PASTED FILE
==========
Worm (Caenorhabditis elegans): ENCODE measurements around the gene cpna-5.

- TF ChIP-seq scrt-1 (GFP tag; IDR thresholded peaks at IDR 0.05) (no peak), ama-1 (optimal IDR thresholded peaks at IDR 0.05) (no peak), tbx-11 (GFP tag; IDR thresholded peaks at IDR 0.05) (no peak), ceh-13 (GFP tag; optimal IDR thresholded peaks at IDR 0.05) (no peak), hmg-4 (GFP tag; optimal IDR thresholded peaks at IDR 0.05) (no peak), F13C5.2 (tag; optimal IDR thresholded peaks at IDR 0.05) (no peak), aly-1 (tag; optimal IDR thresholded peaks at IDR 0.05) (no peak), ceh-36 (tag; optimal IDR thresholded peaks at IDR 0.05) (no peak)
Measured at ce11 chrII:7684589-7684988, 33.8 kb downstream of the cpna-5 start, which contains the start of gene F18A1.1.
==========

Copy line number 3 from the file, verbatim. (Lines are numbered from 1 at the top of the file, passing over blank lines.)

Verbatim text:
Measured at ce11 chrII:7684589-7684988, 33.8 kb downstream of the cpna-5 start, which contains the start of gene F18A1.1.